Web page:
Going beyond social media trends, and crafting a self-care practice to suit our individual needs.
Believe it or not, ‘self-care’ was something I only discovered this year. I got a little concerned after my therapist asked me what I had done for myself over the weekend. Usually quick to rattle off a list of thoughts, I found myself dumbfounded, citing that I had one too many social commitments to find time for myself. “You know, sometimes, it’s okay to say no”, she replied. And that was my first foray into thinking about self-care.
The idea of ‘self-care’ today stems from what started in the 70s as a method of avoiding emotional burnout by mental health professionals, who were overburdened by the nature of their work and worried they would get desensitised should they not prioritise self-compassion and care. But the message is still the same: self-care is simply about self-preservation, and understanding your own needs.
Distressed in more ways than one, our generation fully embraced self-care during the pandemic, catapulting it from a niche idea to a viral social media sensation. From cooking our own meals, to limiting screen-time, to exercising our minds and bodies… self-care took many forms. Unfortunately, where the zeitgeist goes, capitalism and hashtags follow. Garbed under masterful marketing, self-care is not as simple as it once was.
Rather than focusing on preservation, self-care became an aspirational idea, almost reserved for the privileged few who have cash to burn on ‘holistic retreats’ and pricey products. Sheena Dabholkar, founder of self-care and wellbeing education platform Mindful and Body, believes skincare routines and expensive spa weekends don’t hold the answer to healing and recovery.
On the podcast Marbles Lost And Found, Sheena said these types of activities are akin to “putting a band-aid on a much bigger wound.” We couldn’t agree more. “Anything that adds value to the quality of your life and supports your wellbeing is a form of self care.” So while spa days can be a great mood booster, there is no one-size fits all route to self-care and healing.
Self-care can’t always be IG-worthy: it can often mean making the harder, or less glamorous choice. It’s making a spreadsheet to track your expenses, and setting budgets for yourself. Or enforcing a morning routine when all you want to do is hit snooze on your alarm for the fifth time. It can mean jolting yourself out of toxic relationships, and blocking your ex on Instagram.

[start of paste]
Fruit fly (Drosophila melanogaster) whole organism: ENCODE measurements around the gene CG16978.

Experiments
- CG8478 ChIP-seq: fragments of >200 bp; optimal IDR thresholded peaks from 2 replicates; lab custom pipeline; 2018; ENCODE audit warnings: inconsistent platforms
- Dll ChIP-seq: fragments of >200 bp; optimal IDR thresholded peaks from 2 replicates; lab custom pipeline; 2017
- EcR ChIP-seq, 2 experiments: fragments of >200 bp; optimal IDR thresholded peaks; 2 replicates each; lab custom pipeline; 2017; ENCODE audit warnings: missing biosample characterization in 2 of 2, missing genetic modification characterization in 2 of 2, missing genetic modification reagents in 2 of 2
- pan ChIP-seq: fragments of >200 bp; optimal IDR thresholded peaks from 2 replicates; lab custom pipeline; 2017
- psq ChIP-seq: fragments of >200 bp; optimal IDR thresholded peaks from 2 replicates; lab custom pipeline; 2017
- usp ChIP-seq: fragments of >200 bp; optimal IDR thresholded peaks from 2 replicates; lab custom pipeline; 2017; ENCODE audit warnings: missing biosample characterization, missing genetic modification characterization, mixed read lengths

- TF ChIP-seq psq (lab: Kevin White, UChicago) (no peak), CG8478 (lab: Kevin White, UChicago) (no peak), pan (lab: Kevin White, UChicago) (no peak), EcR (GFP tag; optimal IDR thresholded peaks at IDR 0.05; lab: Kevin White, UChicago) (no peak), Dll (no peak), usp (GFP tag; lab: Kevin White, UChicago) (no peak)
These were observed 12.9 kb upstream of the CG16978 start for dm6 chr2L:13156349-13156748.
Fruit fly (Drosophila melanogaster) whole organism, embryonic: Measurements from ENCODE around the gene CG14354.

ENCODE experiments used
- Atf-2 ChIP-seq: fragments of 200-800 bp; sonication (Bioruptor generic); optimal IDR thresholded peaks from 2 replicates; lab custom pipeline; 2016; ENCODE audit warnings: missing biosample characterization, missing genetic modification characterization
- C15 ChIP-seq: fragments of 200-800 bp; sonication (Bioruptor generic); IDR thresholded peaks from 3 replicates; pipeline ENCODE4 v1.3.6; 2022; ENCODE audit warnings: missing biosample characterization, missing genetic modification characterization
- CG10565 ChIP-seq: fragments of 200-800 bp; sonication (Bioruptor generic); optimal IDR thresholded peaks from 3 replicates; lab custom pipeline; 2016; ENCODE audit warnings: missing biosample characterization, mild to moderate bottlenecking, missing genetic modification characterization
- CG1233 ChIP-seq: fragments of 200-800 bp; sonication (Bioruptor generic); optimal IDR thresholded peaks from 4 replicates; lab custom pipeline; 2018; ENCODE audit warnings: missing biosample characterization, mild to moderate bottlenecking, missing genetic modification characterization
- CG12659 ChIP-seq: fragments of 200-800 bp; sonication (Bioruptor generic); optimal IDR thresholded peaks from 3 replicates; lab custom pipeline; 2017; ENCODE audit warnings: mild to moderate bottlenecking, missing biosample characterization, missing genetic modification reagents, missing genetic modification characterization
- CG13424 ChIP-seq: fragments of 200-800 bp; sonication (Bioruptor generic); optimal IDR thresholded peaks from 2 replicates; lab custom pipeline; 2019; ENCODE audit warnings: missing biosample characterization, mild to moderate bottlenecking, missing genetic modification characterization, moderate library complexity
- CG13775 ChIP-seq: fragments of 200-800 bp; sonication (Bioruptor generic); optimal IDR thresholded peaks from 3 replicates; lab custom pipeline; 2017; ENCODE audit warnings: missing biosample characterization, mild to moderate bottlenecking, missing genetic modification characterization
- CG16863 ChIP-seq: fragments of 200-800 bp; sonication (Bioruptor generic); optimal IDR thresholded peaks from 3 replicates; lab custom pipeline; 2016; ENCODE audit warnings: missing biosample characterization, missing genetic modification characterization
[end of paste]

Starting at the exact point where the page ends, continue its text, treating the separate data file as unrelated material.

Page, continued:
Finding solace in a weekly manicure or massage, or exercising and eating ‘clean’ is not wrong either, — for many, these habits fit the time and space they need. But time and space are the operative words when it comes to self-care.
“Self-care needs to be built into your life, because a random workshop here or some quick purchases there are not going to do the trick. The breadth of self-care practices is far and wide to choose from. Commit to the practice that works for you."
Setting boundaries is one of the healthiest things you could do for yourself. This one is a biggie, and won’t hurt your wallet. Whether it’s clearly asking for what you need, or declining an invitation to yet another party, prioritising yourself within a situation can be refreshing. Realising life isn’t governed by FOMO or a need to please those around us is where the fruits of boundary setting lie.
“We’re naturally inclined to say yes to those we love even if we want to say no because it’s easier to avoid conflict than to stand our ground. ”
But as the saying goes, you are not required to set yourself on fire to make people warm, and it's empowering to walk away from something that isn’t serving you, even from those closest to you.
Beware of Bargaining
Self-care is a complex notion. Think of it like a perfectly tailored suit. It has to be individualised to each person’s needs or it’s just something you bought and forced yourself to put on. Don’t let self-care become one more thing you have to do. Prioritise what makes you feel good: A little masturbation, kick-boxing or a nutella sea-salt cookie if you fancy.
Just be wary of bargaining with yourself to “deserve” self-care, whether it is about food or your worth. You have intrinsic worth that does not require earning the right to care for yourself!
This goes for everyone, whether it’s related to food, medical care, or just saying no. You deserve to take care of yourself. In fact, you’re the only one that CAN do it!
** This article was written by one of our talented contibutors, Nazma Kazani. If you have a perspective you'd like to share, get in touch with us on email@example.com.
While our contributors do research a great deal to give you up to date and relevant content, this is basis publicly available information. Our contributors are not doctors or healthcare service providers and our content does not constitute or act as a substitute for medical advice or diagnosis under applicable laws. All suggestions, advice, points of view etc., are meant for adults in the privacy of their own homes.